Perhaps the two most impressive things about the quarterbacks, though? Their ability to throw and win. All four are currently completing at least 60 percent of their passes and have gotten their teams off to 4-0 starts on the season. Denard ranks No. 7 in the country in completion percentage (71.3) while Newton sits tied for No. 4 nationally with nine touchdown passes.

All are giving new meaning to what a quarterback can do for a team. Whether or not they can keep up the ridiculous rate of all-purpose yards they’re on pace for, remains to be seen. One thing is certain, however, they’re all a rush to watch.

Freshman need time to develop:

Remember the days when a red-shirt wasn’t given just to an injured player? Me neither. Every year it seems more and more freshman are finding the field on opening weekend. In the past, freshmen have played, though. Who can forget the memorable season Wisconsin running back Ron Dayne posted as a freshman with over 1,800 yards rushing. Or Oklahoma’s Adrian Peterson rushing for 1,925 yards and 15 scores as a true freshman. Perhaps the most memorable was Ohio State’s Maurice Clarett, who rushed for 1,237 yards and 18 scores, but it was his thinking of one season of college football was enough that makes him most memorable.

Now, however, freshman players have become the norm and players rarely take redshirts. One of the strongest recruiting pitches coaches now offer high school players is the chance to compete early. In an age of instant everything. Success and winning comes at no different demand. Coaches will play the best players, no matter how old they may be.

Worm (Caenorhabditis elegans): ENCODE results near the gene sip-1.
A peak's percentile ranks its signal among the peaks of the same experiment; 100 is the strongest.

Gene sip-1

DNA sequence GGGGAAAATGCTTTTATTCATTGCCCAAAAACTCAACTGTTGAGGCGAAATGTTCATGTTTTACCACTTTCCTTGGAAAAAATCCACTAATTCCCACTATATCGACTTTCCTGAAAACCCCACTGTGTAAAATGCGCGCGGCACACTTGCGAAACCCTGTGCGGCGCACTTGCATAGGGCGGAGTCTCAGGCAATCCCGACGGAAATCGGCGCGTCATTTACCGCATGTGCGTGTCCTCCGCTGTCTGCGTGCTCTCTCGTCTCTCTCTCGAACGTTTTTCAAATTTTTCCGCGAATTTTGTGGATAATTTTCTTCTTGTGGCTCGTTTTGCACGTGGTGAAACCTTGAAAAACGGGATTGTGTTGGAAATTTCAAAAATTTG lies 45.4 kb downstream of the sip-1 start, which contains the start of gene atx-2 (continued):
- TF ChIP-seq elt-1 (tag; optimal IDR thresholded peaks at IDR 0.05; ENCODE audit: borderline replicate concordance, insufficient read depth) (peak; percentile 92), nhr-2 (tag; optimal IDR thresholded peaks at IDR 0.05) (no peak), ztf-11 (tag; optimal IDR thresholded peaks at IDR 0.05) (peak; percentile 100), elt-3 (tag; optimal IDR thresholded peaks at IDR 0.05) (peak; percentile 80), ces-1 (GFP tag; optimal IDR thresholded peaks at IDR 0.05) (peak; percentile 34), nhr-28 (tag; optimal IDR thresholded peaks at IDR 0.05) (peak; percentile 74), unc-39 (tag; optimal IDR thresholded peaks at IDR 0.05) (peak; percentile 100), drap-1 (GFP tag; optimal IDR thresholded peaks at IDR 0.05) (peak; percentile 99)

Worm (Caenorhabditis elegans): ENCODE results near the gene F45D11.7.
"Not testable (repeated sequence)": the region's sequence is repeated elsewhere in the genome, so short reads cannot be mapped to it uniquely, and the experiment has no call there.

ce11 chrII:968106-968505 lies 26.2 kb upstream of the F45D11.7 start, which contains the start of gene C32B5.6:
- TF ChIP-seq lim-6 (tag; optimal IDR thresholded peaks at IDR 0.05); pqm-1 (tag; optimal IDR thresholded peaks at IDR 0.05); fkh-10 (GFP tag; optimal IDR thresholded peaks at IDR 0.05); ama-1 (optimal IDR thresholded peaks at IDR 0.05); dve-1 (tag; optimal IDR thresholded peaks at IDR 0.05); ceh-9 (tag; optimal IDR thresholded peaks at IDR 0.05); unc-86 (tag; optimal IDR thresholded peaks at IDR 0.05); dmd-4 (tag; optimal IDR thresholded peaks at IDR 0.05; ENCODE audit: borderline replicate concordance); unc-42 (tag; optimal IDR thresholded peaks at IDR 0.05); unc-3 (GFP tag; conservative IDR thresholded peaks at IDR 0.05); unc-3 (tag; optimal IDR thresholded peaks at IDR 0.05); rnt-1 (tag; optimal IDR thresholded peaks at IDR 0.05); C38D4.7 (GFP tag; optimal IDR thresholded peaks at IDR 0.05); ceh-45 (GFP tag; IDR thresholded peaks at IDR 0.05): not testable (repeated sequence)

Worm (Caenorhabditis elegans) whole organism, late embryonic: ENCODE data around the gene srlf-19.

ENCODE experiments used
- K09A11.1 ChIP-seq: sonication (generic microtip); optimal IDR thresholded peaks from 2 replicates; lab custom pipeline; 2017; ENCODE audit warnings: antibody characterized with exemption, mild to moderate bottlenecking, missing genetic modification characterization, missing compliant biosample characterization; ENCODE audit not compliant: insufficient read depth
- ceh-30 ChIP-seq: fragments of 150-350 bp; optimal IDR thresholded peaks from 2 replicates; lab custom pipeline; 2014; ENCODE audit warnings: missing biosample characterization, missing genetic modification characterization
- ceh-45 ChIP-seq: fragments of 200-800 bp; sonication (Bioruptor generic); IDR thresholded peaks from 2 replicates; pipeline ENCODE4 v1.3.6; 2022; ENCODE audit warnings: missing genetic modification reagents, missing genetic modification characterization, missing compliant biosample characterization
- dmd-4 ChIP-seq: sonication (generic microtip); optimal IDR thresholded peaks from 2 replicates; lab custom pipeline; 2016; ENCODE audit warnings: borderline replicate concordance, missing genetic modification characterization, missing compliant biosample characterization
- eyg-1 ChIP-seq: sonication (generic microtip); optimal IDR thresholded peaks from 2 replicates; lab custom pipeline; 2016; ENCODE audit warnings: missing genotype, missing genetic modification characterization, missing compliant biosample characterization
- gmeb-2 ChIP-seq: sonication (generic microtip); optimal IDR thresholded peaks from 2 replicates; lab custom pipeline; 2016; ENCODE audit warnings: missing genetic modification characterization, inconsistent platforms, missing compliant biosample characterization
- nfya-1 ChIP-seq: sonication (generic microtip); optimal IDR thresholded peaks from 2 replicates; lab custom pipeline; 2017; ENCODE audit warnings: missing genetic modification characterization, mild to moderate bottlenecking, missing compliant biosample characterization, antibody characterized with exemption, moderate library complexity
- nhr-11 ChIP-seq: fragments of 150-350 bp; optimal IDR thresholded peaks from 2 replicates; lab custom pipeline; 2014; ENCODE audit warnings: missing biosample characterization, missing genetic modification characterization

Last season, Alabama running back Trent Richardson received half the carries Heisman winner Mark Ingram brought in and still managed 751 yards and eight scores on the ground. Pittsburgh’s Dion Lewis brought in a Big East freshman record 1,799 yards on the ground and 17 touchdowns. It wasn’t just offensive players, though. Boston College linebacker Luke Keuchly finished second nationally with 158 total tackles. Arizona State freshman linebacker Vontaze Burfacit finished second on the ASU roster with 69 stops and received all PAC-10 honors.

This season, were seeing the trend pick up right where it left off. On Oklahoma’s opening day roster, nine true freshmen made the two deep depth chart. On just the Florida Gators two deep defensive depth chart, six true freshmen were listed.